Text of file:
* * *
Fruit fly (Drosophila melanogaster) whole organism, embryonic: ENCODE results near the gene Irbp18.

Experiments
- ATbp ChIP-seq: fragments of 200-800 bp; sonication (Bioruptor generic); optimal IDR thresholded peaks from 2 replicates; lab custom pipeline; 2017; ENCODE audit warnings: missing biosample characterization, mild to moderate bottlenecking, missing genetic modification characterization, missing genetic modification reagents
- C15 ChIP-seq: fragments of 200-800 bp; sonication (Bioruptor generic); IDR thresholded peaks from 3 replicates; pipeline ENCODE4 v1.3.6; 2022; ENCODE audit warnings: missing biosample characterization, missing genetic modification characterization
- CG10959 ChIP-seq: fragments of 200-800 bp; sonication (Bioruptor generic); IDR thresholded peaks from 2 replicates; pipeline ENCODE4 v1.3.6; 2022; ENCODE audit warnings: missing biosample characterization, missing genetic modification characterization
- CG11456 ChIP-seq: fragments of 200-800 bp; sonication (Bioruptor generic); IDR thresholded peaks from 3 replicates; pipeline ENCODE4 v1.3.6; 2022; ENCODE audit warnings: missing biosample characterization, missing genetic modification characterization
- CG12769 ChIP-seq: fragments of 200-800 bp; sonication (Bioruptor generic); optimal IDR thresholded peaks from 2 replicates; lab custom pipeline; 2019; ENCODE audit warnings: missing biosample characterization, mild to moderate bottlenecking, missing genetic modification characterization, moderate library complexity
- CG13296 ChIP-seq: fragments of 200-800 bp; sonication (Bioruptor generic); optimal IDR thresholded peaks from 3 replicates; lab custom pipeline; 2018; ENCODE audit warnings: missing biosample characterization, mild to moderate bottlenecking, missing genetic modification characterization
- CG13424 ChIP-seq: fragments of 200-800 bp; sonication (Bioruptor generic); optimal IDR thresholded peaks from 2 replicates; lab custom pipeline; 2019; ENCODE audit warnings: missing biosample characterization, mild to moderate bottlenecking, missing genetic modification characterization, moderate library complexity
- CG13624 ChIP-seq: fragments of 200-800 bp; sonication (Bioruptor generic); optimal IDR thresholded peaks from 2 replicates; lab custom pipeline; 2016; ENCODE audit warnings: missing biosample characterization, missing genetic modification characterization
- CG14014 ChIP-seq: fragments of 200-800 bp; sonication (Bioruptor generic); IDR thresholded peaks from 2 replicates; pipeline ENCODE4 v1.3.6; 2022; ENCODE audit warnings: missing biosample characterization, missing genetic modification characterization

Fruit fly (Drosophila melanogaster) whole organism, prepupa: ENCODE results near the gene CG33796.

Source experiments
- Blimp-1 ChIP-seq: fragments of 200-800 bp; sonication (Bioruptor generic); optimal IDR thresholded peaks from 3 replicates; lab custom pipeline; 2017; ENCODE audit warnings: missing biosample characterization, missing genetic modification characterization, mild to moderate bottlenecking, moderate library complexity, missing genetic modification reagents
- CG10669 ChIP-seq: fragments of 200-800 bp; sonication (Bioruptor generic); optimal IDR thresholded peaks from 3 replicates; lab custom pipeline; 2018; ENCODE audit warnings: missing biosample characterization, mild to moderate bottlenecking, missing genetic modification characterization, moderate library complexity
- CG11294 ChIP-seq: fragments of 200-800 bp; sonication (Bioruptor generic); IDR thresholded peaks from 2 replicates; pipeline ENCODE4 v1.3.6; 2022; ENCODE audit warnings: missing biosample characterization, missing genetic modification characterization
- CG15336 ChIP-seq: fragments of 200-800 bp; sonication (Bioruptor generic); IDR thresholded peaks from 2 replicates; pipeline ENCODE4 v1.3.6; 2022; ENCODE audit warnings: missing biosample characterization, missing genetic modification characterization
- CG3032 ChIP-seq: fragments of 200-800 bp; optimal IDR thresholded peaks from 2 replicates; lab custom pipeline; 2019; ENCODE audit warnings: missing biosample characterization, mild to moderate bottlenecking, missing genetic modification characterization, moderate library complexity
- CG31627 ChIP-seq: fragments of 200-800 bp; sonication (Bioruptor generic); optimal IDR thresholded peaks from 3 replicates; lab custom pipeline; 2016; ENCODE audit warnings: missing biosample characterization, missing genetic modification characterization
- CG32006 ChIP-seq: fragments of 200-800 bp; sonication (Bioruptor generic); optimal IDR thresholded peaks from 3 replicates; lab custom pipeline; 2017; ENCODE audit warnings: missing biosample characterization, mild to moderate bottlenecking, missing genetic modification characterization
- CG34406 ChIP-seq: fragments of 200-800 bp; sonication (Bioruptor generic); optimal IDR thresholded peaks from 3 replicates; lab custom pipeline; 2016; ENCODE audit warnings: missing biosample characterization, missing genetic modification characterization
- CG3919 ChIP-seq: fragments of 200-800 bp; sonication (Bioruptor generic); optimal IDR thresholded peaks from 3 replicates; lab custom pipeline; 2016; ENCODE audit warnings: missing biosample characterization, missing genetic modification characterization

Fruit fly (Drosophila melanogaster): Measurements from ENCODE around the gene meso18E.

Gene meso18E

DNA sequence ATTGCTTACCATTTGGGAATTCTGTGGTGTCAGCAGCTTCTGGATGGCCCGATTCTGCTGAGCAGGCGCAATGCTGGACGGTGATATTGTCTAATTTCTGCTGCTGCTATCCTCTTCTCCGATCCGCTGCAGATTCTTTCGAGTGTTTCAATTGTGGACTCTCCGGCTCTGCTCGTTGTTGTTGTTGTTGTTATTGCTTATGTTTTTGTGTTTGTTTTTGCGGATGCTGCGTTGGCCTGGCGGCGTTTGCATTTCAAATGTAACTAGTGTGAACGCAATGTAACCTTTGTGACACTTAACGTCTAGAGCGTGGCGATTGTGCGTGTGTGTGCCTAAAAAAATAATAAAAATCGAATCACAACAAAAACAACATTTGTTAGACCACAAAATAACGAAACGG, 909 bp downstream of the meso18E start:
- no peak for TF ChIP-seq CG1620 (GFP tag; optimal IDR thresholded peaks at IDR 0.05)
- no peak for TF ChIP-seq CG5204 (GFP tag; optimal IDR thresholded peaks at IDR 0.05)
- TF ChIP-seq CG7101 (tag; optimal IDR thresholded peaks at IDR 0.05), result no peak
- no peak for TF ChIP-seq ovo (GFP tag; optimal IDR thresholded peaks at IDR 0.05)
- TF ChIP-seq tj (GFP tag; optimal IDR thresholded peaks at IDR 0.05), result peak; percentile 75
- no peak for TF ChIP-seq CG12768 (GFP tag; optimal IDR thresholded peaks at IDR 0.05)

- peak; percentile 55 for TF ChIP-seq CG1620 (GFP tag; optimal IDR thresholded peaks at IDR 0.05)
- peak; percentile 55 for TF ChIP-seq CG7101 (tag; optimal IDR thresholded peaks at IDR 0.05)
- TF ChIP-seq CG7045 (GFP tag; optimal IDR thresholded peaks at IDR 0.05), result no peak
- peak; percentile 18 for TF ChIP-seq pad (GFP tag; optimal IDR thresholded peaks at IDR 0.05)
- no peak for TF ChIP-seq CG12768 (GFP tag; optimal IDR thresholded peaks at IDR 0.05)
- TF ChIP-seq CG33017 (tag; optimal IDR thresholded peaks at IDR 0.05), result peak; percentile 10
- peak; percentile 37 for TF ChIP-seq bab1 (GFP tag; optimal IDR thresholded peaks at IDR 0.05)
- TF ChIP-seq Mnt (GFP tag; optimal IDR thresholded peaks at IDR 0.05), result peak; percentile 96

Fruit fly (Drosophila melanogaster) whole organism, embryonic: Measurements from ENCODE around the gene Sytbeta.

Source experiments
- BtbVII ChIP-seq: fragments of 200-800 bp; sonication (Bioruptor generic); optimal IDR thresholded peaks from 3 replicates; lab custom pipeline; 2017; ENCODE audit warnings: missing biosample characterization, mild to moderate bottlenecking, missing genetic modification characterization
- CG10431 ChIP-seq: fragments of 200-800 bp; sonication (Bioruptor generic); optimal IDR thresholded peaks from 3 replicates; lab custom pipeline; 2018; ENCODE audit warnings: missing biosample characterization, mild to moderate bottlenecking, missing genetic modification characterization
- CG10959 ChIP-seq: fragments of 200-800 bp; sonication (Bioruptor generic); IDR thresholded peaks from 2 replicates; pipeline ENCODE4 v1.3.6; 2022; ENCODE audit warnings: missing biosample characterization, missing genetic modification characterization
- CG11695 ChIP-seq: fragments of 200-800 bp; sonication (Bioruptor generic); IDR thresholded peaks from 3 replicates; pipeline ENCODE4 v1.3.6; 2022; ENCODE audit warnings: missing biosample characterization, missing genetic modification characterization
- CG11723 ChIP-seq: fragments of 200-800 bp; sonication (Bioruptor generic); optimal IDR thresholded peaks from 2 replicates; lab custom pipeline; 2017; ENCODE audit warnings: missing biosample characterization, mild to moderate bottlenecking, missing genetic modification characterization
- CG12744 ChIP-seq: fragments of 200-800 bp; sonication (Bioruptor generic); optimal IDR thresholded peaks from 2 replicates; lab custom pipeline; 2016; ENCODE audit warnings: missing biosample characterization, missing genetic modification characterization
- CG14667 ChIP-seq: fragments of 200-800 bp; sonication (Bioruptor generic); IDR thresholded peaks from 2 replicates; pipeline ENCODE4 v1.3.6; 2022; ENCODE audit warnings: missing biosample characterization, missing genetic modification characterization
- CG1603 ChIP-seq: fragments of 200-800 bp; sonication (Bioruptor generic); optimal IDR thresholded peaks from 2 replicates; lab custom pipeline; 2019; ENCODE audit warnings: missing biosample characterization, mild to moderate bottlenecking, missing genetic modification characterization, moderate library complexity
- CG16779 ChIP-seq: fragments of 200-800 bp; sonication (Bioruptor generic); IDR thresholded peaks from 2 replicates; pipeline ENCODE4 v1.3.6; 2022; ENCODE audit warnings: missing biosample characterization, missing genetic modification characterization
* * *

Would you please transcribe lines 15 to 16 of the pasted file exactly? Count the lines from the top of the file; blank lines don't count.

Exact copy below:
- CG10669 ChIP-seq: fragments of 200-800 bp; sonication (Bioruptor generic); optimal IDR thresholded peaks from 3 replicates; lab custom pipeline; 2018; ENCODE audit warnings: missing biosample characterization, mild to moderate bottlenecking, missing genetic modification characterization, moderate library complexity
- CG11294 ChIP-seq: fragments of 200-800 bp; sonication (Bioruptor generic); IDR thresholded peaks from 2 replicates; pipeline ENCODE4 v1.3.6; 2022; ENCODE audit warnings: missing biosample characterization, missing genetic modification characterization